China’s tech company spends billions and snaps up talent in battle against US crackdown.

Huawei Technologies is building a massive semiconductor equipment research and development center in Shanghai as the Chinese tech titan continues to bolster its chip supply chain to counter a US crackdown.

The center’s mission includes building lithography machines, equipment vital to producing next-generation chips. Washington’s export controls have drastically reduced Huawei’s access to this equipment, whose production is dominated by just three companies: ASML from the Netherlands and Japan’s Nikon and Canon.

For staff at the new center, Huawei is offering salary packages worth up to twice what local chipmakers, industry executives and sources briefed on the matter have told Nikkei Asia. The company has already hired several engineers who have worked with leading global chip tool makers such as Applied Materials, Lam Research, KLA and ASML, they said, adding that chip industry veterans with more than 15 years of experience at leading chip manufacturers Chips like TSMC, Intel and Micron are also among the recent and potential hires.

Washington’s stricter export controls in recent years have also had an impact on the job market in China, including making it more difficult for Chinese citizens to work for foreign chip companies in the country. This left more chip talent available for Huawei and other local companies to choose from.

But while Huawei’s compensation package is generous, its work culture can be challenging, according to chip industry managers.

“Working with them is brutal. It’s not 996 – that is, working from 9am to 9pm, six days a week. … It will literally be 007 – from midnight to midnight, seven days a week. There are no days off at all,” a Chinese chip engineer told Nikkei Asia. “The contract will be for three years, [mas] most people won’t make it through renewal.”

Semiconductor equipment, like the chips themselves, has been caught in the crosshairs of US export controls. Washington has pressured allies Japan and the Netherlands to implement similar restrictions on the export of advanced chip tools to limit China’s access to them.

These restrictions have encouraged many Chinese chipmakers to look for domestic alternatives whenever possible. Naura, China’s leading semiconductor equipment supplier, has seen its revenue more than quadruple since 2018 and is expected to report another record year in 2023.

Huawei also responded to the US crackdown by aggressively bolstering its domestic capabilities.

Its new R&D center is located in Qingpu district in western Shanghai, sources familiar with the matter said, on a spacious campus that also houses a major chip development center and the new headquarters of HiSilicon Technologies, the design unit. of Huawei chips. There are also research centers for wireless technologies and smartphones on site.

Total investment for the entire R&D base will reach about 12 billion yuan ($1.66 billion), according to the Shanghai government, which has listed it as one of the city’s top projects for 2024.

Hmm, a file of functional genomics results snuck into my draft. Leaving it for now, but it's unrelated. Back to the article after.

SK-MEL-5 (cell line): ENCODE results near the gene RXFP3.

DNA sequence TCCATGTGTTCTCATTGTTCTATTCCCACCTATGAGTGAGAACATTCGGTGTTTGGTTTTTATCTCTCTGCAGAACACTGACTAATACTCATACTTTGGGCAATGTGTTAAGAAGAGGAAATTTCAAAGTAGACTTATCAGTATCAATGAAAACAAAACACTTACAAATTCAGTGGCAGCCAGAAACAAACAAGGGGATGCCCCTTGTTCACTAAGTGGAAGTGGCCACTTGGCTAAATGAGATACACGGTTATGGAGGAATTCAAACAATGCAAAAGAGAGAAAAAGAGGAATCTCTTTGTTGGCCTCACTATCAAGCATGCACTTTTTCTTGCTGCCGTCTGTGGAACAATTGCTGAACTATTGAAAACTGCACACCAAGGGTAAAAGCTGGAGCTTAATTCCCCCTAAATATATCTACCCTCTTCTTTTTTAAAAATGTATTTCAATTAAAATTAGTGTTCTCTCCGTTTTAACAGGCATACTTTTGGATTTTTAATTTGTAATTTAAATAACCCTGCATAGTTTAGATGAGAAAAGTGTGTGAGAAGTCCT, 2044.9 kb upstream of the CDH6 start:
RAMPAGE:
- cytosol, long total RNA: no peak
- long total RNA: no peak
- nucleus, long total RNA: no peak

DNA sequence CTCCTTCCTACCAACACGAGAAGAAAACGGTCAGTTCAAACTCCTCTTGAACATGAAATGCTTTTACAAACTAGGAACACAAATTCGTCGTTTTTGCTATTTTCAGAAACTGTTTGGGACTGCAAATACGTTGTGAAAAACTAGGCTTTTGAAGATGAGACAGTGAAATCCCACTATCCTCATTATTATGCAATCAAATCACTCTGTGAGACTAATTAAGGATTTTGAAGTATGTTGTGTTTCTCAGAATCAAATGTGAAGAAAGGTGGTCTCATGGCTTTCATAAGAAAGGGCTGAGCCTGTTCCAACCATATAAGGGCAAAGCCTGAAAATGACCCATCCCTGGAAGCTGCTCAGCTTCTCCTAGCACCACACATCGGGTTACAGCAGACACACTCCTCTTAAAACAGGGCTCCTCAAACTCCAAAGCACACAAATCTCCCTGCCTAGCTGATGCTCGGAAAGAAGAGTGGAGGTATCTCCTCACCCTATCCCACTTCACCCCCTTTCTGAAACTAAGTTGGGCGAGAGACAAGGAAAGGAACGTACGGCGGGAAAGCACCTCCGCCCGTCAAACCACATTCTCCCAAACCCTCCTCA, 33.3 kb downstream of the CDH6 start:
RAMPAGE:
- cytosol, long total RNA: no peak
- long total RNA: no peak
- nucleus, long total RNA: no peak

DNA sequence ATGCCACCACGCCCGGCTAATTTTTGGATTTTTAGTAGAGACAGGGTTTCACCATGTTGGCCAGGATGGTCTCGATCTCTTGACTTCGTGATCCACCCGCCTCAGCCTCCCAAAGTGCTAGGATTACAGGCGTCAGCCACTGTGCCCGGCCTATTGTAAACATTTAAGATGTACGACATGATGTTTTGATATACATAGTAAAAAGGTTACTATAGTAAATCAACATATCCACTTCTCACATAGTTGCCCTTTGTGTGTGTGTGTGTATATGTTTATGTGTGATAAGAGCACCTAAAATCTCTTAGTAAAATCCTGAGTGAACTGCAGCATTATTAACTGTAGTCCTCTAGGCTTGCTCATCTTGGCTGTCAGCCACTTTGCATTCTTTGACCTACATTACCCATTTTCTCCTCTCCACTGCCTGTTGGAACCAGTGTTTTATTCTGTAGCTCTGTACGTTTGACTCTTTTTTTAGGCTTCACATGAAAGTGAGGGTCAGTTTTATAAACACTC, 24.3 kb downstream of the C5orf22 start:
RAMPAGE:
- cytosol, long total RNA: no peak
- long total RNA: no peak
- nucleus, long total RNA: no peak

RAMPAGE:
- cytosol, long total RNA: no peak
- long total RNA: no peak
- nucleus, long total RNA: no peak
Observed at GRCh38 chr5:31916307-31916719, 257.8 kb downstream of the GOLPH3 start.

The campus covers about 224 football fields and is almost twice the size of the company’s renowned Ox Horn Campus, a European village-style location in the Chinese city of Dongguan. Like Ox Horn, the Shanghai campus will include trains to travel between campus buildings. When completed, it will be able to accommodate more than 35,000 high-tech workers, according to the People’s Government of Qingpu District in Shanghai Municipality.

Huawei said it had no comment in response to Nikkei Asia’s request for comment on its chip equipment efforts and referred questions about its R&D campus to the Shanghai government.

The appearance of Huawei’s Ox Horn Campus in the Chinese city of Dongguan is modeled after a European village. (Photo by Cheng Ting-Fang)

Huawei’s R&D spending in 2023 reached a record 164.7 billion yuan, accounting for 23.4% of its total revenue.

Before the US added Huawei to its trade blacklist, the company primarily focused on chip design and partnered with global production partners like TSMC and Globalfoundries for manufacturing. After its access to American technologies was restricted, Huawei turned to Chinese chipmaker SMIC and local chip developers. It is now venturing into chip production with partners backed by local governments in several Chinese cities such as Shenzhen, Qingdao and Quanzhou, Nikkei first reported. It has also invested in many local chip material suppliers.

Huawei has been one of the most aggressive Chinese companies in terms of using local suppliers and investing in domestic alternatives, analysts say.

Brady Wang, semiconductor analyst at Counterpoint, said Huawei has been working hard to localize its chip-related sources and switch to local components from suppliers such as BOE Technology and Omnivision. “They invested more in HiSilicon and introduced chips for phones and servers,” Wang said. “They will strive to localize a larger portion of their semiconductor supply chain. However, carrying out these efforts, especially those related to chip manufacturing and equipment, will be a time-consuming task.”


Leave a Reply

Your email address will not be published. Required fields are marked *